You miss me? I’ve certainly missed writing.
But no time for catch-up. Let’s talk serious.
Why care? Why care at all about nutrition, about feeding your body, or keeping fit?
Apathy is cheaper, and easier, and a whole lot less challenging than eating right.
The question we need to ask is… What are the consequences of not caring?
With everything there’s pros and cons, even something like saving for retirement. There’s pros that follow that decision and cons. Nothing you decide to do is 100% beneficial.
So just like that we can say that “investing” in nutrition isn’t 100% guaranteed.
Just like retirement, you could save every penny, live within your means, and BAM! A truck hits you and you’re dead at 35.
I mean nothing is guaranteed in life and I think that is really the pretense to what I’m trying to say.
In many respects, nutrition is just another form of retirement.
Many of you put money away every pay check, for what purpose?
You do that in the hope that when you do retire you’ll be well off and you’ll have plenty of money to spend. It’s called delayed gratification.
Make no mistake, nutrition is the same. You spend a little more on food, but you’re investing in your health.
As far as investments go this pays out exponentially, as the cost of a single medical bill far exceeds that of the extra $1.50 an average day of healthy eating will cost you. Not only that, assuming you do make it to old age you’re far more likely to retain quality of life. I mean really that’s the main motivator of nutrition.
Otherwise, if none of it mattered then there is no reason to care.
With that being said a lot of people have this perception of the body being an improperly fed machine. So, they think, if you’re not feeding it well, it’s not running optimally. So of course you eat junk and your body will be a reflection of that. However, with a machine you can almost always go into it, clean it out, replace a few parts and Voila! It’ll run almost good as new.
People tend to see the body as this organism that if you could just give it the right things, it can heal itself. However, that’s not really the case.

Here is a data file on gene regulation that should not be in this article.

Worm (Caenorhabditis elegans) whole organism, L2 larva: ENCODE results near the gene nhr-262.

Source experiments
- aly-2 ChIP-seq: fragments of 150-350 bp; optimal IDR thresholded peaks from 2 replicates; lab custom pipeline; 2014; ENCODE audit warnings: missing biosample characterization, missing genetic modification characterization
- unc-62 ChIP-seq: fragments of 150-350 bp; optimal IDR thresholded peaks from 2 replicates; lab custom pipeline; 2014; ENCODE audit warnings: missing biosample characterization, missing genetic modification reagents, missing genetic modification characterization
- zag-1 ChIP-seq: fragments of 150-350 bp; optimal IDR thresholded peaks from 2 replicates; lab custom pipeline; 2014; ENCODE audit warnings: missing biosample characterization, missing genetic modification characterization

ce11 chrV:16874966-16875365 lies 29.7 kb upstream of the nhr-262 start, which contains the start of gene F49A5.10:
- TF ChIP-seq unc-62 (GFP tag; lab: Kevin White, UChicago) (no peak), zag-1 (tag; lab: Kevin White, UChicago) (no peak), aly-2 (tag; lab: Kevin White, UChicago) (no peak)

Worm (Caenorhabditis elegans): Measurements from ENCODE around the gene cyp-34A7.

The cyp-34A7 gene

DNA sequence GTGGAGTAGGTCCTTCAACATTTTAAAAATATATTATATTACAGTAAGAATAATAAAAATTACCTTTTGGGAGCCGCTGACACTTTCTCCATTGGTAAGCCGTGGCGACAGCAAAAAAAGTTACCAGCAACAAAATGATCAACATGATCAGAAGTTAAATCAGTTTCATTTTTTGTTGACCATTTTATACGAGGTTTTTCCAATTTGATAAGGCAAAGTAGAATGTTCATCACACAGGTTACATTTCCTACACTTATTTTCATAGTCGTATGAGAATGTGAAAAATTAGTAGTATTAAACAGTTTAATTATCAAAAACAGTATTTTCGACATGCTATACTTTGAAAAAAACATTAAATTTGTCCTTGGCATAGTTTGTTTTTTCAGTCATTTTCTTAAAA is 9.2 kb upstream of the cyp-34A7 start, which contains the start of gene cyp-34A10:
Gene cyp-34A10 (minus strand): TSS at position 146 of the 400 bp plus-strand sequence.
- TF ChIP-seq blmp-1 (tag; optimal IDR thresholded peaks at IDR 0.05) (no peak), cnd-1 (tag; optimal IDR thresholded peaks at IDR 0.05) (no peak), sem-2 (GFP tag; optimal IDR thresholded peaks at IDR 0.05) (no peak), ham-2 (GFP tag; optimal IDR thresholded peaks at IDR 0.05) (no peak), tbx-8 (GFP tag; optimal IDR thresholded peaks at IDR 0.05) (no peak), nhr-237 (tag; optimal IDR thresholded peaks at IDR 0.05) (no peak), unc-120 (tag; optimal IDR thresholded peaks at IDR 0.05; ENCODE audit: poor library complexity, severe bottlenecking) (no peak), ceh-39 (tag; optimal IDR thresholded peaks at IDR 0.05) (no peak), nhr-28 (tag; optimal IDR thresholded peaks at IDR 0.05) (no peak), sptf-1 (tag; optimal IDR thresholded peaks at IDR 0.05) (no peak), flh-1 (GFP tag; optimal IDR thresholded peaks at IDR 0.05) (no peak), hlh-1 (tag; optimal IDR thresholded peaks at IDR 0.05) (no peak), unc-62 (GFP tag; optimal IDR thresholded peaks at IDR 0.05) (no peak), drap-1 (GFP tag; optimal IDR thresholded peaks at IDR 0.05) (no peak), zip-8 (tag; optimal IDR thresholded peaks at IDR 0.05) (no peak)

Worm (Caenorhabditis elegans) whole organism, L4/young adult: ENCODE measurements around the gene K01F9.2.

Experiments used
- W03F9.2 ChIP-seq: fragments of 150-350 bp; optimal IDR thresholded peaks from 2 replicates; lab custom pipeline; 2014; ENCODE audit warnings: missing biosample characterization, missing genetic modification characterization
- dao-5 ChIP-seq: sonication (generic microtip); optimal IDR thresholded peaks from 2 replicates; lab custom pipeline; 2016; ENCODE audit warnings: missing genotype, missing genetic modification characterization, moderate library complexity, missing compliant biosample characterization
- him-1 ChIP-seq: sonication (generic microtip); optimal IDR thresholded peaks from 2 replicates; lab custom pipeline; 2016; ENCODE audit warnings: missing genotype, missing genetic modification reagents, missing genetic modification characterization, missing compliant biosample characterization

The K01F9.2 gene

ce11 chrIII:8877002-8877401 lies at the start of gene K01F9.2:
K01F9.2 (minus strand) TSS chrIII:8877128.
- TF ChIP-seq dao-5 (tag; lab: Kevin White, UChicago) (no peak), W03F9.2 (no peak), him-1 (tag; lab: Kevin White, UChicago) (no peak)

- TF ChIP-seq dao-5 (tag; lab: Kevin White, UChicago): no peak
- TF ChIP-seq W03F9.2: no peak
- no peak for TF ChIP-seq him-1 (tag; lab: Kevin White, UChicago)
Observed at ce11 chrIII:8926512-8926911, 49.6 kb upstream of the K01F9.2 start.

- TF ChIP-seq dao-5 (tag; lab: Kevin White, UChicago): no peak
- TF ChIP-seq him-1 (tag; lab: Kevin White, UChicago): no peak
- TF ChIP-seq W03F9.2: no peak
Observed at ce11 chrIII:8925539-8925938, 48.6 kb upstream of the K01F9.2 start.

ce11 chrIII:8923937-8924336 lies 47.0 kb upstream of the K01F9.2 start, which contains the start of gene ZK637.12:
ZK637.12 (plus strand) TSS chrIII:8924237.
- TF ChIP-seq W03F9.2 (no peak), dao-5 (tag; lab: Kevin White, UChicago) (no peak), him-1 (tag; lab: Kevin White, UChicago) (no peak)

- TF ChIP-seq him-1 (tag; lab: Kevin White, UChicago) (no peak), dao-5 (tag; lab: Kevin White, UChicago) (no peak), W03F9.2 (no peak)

There’s quite a few examples I could choose to demonstrate this, but I’ll pick one I’ve seen over and over again.
It’s an issue of Salt.
If you’ve been living under a rock for the past two decades, maybe you haven’t heard of the links between salt intake and high blood pressure – otherwise known as hypertension.
One of my senior reports was to truly evaluate whether salt causes hypertension, this led me to some remarkable studies.
The first looked at actual indigenous tribes, noted actual intakes of sodium, and observed how likely they were to have high blood pressure later in life.
What they found, will shock you. Societies who consumed the lowest amount of salt throughout life, were the least likely to have high blood pressure related to salt intake later in life. (Meneton, et al.)
It almost makes you wonder, is Sodium Sensitive Hypertension caused by the repeated stress of a high salt diet?
The other thing with hypertension, is that some people are just genetically predisposed.
For those that say genes have no race, you might want to look away.
In African American populations, repeated studies have shown that even in healthy individuals, African Americans have higher rates of SSH even at a young age.
What this tells us is that maybe there are genetic and biological mechanisms that predispose people to salt induced hypertension.
So the amazing conclusion of all this; not everyone who eats salt will see a rise in blood pressure, and not everyone who abstains will see a benefit.
However, individuals who routinely eat high salt diets when they’re young are much more predisposed to having salt affect their blood pressure later.
So really, it’s not just what you do when you’re older, it’s what you’ve been doing for the past 20-30-40 years that once you get down to that time, is mostly irreversible. You can’t go back and expect your body to rid a lifetime of damage, you have to invest early and often, you have to be the Warren Buffet of food and nutrition.
Be good to each other.
– Joshua Iufer, RD
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